Time to Deploy the Peasticks

After a wonky start due to some cheeky little mice my Peas are doing very well. I have virtually a whole row of them that are about an inch and half tall. That’s means only one thing, it’s time to deploy the Peasticks that I half-inched borrowed from a local estate.

My Peasticks lead a solitary life. Housed for most of the year in my potting shed, they are suddenly called up for duty in mid Spring and dispatched accordingly.

I don’t just use them for Peas you know – oh no. They have a plethora of uses, from holding up floppy Cornflowers, to doubling as Mangetout holders, and they have even been known to come to the rescue of a Sunflower or two. Yes, they’re very useful and in my opinion you can never have too many of them.

There will always be casualties. Like today for instance. I thrust one of them into the soil only to find I’d hit a stone and the whole thing broke in half – unfixable, it was.

This is not the only way to support Peas but I do love the rustic look that they give. And they’re pretty darn good at their job too.

What have you got planned for supporting your Peas? Any novel ideas?

21 Comments on “Time to Deploy the Peasticks

  1. I can’t use twiggy pea sticks as they are exactly the type of stick that Ernie (Border Terrier) likes to take into the middle of the lawn and chew to peices. This year I have used the small hooped over canes and mini wigwams of 4ft canes. I have to wind fishing line between them to encourage the little tendrils to hook on.

  2. great idea – much more visually appealing (and cost effective!) than bamboo. i’ll be sure to try this.

    is it too late to start off my peas?

  3. My peas got off to a flying start, only to be munched by pigeons at about the 3″ stage because I didn’t protect them. Not sure if they will recover now…. :(

  4. I normally use buddleia prunings for pea sticks…timing about right if you put them in after sowing the peas.

    And with pigeons always use CD’s deployed on bits of string tied to the sticks. That and despatching the dog after them at every opportunity! Fortunately he’s more of a ball than a stick sorta dog :)

  5. Peasticks are looking good! I have a feeling I let my peas grow too tall/ leggy before planting out & now they’ve decided to flop over rather than climb, I’m busy with uni stuff at the moment so I hope they don’t get eaten by something before I get the chance to force them to cling to their supports.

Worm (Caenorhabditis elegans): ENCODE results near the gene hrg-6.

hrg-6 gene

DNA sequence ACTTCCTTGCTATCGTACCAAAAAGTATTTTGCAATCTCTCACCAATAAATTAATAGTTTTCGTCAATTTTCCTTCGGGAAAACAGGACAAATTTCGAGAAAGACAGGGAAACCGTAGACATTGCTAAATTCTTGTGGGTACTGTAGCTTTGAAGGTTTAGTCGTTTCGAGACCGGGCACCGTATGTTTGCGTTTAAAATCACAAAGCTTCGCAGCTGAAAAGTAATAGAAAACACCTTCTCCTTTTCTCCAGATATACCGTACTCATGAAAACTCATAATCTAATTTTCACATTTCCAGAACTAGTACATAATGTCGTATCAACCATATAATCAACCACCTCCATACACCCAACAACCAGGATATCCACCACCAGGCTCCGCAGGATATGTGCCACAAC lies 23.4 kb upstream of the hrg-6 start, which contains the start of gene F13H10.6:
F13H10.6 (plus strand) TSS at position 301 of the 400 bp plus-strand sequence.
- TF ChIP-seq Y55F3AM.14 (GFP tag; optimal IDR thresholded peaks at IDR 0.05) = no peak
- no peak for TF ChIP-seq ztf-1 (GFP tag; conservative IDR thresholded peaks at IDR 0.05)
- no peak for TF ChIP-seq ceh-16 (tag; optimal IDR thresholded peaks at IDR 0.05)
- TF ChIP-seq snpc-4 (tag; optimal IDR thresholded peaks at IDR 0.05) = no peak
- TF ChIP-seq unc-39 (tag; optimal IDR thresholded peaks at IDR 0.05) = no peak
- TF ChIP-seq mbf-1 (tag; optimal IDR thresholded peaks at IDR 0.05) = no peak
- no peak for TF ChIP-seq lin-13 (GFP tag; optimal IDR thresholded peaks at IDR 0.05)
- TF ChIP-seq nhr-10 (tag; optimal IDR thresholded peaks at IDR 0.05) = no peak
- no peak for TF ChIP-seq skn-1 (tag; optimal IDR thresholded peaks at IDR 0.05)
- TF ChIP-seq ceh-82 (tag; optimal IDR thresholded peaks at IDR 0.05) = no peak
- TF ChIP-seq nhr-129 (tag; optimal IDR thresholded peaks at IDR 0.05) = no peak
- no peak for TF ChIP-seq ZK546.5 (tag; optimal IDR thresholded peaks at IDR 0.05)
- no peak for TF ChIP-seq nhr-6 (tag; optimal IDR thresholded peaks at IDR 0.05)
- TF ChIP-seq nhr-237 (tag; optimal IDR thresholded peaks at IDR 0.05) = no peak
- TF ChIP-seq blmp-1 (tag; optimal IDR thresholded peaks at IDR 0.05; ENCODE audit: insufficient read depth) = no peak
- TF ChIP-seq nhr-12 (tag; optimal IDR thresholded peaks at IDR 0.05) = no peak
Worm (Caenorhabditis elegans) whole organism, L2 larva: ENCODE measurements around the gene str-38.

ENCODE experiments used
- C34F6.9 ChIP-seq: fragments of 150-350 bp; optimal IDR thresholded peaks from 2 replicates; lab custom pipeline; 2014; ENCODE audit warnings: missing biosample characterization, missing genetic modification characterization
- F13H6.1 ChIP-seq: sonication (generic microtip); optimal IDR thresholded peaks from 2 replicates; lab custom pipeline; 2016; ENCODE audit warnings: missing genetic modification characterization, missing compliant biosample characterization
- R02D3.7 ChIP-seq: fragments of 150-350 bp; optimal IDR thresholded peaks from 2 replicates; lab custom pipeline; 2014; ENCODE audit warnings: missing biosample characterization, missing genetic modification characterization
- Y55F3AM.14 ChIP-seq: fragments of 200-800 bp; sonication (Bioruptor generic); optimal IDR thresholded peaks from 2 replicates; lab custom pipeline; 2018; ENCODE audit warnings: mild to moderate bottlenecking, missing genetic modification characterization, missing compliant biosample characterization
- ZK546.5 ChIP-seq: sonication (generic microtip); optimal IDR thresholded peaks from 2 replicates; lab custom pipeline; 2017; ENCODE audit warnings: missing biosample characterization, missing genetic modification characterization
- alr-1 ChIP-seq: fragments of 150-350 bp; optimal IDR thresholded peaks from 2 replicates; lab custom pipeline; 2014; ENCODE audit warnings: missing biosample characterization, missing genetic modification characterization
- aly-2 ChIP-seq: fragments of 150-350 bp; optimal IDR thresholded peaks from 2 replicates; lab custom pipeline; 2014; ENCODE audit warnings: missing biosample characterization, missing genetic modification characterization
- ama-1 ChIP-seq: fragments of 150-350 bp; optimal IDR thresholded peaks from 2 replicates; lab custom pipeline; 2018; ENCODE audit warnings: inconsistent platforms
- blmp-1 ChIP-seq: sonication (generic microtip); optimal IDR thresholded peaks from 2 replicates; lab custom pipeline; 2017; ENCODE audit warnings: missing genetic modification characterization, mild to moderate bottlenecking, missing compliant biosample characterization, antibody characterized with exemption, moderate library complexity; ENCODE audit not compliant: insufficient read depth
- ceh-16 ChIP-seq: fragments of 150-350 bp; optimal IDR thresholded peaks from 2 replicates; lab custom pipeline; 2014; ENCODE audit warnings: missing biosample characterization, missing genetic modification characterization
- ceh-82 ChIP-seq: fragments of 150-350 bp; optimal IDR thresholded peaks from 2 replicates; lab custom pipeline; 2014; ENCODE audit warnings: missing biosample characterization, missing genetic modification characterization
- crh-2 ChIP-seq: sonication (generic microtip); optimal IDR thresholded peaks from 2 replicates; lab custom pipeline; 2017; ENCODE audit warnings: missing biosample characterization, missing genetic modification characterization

6. I love you peasticks. My peas were doing great until a hoard of tiny mini slugs found them and made paper doilies out of their leaves. Sigh….now I have green sticks with a small terracotta pot on top so I don’t poke my eye out when I bend over them. :-) If you have any ideas on getting rid of mini slugs, please let me now! M

  7. Thanks for the timely reminder, I usually leave it too late before I stake things. I hadn’t thought about anything other than canes but these are much more attractive!

  8. Mine will grow against the fence I built last year from the branches/trim that came off the trees of our driveway, it’s kind of a wattling fence. But I need to build a raised bed at the base of it first, one thing that has been on the top of my chores list for the past week.

    Your peas look lovely.

  9. I am using some of the trimmings from a couple of my shrubs as pea sticks – they are free, they look good and they are bristly enough to keep the cats away. I might need to put them in to protect my leeks and brussels from the cats too.

  10. The cold winter has finished off several shrubs (pieris and lavatera) so there is no shotage of bean sticks this year. In fact the pea patch looks like a blasted forest just now waiting for the peas to grow up.

  11. Your peasticks look very nice – as do the pea plants! I haven’t planted peas this year, but maybe it’s not too late? There’s always the possibility of a fall planting. I am also prone to waiting too long, ending up with the undesired “leggy look” as another commenter mentioned. I’ll have to remember your peasticks.

  12. What about using some of the now redundant MPs – although this said they do tend to bend according to which way the wind is blowing!

  13. Nothing too novel – I have purple podded mange tout climbing a sturdy permanent trellis as they grow to 6ft and nothing less can support them. My regular peas are all heading up peasticks – various shrub cuttings from around the garden: strawberry tree, laurel hedge, forsythia, etc. I tend to place the peasticks when I sow – that way I know exactly where the rows will be coming up.

  14. Yes, I posted a picture a couple of blogs ago about my peasticks. I used the tops of the Jerusalem Artichoke sticks. Lots of little branches and very light… and free!

  15. Ah your peas are so much bigger than mine! Mine are about 1/2 an inch tall. I have 3 white trellises for my peas. I attached gold rimmed plates to the trellis, painted the plates to spell out GARDEN GROW and I painted flowers around the letters.
    I hope peas can read! LOL!

  16. Our best pea sticks are tall beech hedging bare root plants…unfortunately to get them you have to buy bare root plants and ignore them for a few seasons so that they die. So we don’t recommend it! But at least our peas are happy.

  17. Like Jules, I grow purple podded peas and they really get a lot of height. I use a wire trellis attached to a south facing wall (the back of my plot). That way they cover the wall with lovely full growth and plenty of delicately pink and purple flowers too. It’s nearly a shame to eat the young purple pods as they come – but only nearly – wink.

    @mtp re: mice – get a cat
    @rachael re: pigeons – get a big cat

  18. Pea hedge is looking good. We put ours up this month. Used a very traditional method of taking the hazel tops off the pea stick and using the lower parts to support the hedge. Looks very pretty! Keep up the good work and good luck with your new advertising venture.